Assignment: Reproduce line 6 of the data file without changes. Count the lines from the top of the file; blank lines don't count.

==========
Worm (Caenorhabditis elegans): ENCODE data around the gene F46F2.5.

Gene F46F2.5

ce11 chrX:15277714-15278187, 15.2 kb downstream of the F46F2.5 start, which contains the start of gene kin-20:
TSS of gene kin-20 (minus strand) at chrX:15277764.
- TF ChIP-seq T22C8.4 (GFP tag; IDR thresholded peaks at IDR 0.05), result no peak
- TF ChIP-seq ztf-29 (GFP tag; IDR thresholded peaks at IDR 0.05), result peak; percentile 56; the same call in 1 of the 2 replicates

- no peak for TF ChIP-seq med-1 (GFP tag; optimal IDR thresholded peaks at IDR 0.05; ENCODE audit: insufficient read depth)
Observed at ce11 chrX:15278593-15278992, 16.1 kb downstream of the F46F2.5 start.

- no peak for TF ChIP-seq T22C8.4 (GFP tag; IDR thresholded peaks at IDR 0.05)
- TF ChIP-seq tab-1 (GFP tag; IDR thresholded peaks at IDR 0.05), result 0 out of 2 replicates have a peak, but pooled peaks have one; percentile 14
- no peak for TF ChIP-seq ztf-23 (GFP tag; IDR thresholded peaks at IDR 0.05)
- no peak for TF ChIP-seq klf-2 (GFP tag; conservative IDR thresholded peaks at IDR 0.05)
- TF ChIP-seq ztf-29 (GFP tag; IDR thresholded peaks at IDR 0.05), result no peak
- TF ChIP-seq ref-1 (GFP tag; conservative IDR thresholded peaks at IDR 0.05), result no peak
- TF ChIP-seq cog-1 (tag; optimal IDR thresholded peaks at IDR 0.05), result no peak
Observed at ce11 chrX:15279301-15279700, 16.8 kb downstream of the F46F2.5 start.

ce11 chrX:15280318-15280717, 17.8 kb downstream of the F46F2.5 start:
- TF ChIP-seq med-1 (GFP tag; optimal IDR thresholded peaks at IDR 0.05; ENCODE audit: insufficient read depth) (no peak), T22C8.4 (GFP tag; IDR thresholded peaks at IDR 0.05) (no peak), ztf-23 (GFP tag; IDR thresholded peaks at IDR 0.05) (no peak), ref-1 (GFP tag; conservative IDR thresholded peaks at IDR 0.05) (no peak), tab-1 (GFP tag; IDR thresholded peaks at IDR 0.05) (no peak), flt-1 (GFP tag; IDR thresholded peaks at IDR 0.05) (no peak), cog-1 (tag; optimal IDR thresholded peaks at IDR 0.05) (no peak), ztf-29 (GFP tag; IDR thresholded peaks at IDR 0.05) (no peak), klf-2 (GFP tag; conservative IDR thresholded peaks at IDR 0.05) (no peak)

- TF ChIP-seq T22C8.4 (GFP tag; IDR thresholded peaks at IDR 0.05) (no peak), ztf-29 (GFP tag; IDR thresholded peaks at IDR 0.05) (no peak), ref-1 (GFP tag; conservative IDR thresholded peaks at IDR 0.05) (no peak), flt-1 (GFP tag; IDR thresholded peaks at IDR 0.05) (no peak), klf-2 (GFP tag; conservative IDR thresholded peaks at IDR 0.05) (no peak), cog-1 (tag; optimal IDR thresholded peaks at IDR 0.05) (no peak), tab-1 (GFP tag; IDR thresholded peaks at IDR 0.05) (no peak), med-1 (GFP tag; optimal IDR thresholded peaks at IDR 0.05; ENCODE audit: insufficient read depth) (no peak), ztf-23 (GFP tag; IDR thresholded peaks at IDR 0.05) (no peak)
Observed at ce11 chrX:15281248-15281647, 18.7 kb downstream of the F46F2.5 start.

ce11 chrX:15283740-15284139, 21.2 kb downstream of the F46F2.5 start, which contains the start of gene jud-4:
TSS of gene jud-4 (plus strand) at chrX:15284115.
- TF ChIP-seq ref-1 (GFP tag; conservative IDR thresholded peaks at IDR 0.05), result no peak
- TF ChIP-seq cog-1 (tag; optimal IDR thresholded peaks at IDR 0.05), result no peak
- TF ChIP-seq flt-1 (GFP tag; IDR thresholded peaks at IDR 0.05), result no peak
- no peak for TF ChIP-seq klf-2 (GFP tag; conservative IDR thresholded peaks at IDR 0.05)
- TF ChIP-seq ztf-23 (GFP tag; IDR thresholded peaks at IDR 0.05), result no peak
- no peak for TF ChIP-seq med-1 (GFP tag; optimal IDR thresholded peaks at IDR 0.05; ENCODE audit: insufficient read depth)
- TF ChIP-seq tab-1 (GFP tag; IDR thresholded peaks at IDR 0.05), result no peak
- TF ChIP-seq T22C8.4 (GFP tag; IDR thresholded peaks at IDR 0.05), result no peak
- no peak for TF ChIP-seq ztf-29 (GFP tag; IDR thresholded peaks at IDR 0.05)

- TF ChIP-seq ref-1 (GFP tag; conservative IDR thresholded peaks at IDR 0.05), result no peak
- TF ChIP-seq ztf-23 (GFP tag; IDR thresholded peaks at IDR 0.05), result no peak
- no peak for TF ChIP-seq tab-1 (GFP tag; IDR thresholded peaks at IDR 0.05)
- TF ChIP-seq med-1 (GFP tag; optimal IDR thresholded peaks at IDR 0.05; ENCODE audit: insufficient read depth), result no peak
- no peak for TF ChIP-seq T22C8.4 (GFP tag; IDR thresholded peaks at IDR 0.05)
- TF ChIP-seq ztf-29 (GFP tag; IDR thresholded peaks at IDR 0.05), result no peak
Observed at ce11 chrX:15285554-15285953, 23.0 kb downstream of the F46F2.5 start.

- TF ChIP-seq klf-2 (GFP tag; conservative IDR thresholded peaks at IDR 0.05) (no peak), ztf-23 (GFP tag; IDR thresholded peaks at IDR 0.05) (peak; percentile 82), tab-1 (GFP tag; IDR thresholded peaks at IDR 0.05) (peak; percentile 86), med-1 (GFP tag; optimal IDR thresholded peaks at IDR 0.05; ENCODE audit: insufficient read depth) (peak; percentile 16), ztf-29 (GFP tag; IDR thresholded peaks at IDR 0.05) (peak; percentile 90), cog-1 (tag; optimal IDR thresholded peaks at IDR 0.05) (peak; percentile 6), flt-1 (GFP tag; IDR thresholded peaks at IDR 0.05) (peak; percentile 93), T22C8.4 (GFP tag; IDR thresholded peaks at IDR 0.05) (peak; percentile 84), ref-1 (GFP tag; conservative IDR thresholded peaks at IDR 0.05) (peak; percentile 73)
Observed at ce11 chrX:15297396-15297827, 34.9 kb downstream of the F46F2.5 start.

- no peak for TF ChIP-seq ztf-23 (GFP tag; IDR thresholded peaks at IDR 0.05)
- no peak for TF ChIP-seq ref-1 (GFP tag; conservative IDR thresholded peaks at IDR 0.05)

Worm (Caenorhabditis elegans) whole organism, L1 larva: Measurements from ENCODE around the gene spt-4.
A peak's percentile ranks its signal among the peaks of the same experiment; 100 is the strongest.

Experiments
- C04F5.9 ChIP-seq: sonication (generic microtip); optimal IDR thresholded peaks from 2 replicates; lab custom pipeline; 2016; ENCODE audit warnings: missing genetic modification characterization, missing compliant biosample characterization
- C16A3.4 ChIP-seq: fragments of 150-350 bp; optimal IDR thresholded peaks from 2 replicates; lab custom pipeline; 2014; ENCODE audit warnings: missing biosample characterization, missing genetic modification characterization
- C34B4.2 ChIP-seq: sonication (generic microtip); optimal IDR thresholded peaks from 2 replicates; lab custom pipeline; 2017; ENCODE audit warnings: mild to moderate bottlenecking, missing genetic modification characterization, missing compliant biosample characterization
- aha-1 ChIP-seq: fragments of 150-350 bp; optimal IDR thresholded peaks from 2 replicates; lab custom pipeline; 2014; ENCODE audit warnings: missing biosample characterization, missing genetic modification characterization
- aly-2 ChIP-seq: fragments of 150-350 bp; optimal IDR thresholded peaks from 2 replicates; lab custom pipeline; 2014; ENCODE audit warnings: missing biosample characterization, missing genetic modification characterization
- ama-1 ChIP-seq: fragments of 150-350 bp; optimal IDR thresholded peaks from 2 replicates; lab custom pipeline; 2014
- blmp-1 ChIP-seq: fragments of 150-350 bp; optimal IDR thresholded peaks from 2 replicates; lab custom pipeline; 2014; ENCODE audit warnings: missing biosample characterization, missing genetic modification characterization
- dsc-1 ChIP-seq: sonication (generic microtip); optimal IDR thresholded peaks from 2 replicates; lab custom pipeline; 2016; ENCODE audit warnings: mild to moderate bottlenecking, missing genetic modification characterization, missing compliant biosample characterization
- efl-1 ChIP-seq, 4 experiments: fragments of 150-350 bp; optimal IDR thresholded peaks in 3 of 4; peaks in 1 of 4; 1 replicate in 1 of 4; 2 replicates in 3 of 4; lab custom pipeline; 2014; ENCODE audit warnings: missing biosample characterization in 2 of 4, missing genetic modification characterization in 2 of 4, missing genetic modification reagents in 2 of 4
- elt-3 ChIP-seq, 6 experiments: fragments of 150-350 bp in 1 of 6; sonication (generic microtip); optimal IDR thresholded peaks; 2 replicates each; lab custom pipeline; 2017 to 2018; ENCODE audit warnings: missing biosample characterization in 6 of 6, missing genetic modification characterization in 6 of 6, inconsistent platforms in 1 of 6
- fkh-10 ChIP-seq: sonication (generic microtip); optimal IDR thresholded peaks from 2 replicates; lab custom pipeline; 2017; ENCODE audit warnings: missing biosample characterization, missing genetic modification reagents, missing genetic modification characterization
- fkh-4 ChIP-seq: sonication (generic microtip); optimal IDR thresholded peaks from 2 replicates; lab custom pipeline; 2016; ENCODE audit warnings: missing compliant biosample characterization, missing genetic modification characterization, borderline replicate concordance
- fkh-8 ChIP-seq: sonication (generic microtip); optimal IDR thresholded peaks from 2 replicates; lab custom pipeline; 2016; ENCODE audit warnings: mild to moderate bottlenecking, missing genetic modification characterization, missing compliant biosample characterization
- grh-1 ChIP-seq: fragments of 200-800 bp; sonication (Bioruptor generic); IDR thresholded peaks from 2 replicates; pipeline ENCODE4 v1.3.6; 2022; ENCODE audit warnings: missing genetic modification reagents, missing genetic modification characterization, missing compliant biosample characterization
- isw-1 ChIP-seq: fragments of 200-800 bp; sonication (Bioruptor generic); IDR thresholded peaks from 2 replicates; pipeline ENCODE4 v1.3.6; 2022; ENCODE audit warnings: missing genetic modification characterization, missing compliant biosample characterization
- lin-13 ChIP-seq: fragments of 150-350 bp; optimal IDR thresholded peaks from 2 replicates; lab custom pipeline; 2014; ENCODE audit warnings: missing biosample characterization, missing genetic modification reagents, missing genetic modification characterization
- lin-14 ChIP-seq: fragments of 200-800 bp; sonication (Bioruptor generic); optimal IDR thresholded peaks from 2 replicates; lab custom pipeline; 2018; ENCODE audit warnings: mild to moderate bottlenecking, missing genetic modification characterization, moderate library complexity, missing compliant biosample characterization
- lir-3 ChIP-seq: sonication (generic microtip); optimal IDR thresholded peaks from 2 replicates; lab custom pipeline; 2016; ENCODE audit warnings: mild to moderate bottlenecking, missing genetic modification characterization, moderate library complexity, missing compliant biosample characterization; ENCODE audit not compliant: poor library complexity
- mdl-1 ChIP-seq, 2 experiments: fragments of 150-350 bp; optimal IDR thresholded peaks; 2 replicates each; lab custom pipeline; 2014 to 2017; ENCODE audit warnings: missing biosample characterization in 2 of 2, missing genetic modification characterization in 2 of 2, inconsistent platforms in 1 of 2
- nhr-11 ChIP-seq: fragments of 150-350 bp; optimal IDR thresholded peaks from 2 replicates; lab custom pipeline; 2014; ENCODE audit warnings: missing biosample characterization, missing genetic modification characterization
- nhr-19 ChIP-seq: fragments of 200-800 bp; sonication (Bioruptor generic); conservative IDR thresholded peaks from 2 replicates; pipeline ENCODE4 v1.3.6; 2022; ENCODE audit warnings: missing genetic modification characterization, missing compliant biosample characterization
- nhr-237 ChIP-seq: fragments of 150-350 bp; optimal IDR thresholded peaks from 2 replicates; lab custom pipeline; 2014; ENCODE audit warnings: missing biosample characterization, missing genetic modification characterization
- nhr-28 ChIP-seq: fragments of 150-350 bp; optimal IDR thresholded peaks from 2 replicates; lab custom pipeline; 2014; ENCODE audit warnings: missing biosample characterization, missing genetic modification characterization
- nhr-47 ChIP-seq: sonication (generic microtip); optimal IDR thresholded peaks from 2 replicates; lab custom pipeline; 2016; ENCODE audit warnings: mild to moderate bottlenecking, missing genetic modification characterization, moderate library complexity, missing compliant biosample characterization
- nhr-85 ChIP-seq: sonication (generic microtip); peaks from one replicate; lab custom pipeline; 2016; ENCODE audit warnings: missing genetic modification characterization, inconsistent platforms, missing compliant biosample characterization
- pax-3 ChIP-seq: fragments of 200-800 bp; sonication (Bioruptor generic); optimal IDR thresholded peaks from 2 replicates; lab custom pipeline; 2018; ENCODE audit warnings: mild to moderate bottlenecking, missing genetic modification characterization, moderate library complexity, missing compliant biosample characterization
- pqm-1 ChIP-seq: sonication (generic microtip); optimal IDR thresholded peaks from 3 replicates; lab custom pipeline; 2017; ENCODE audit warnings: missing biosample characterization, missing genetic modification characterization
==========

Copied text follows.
- TF ChIP-seq ztf-29 (GFP tag; IDR thresholded peaks at IDR 0.05), result peak; percentile 56; the same call in 1 of the 2 replicates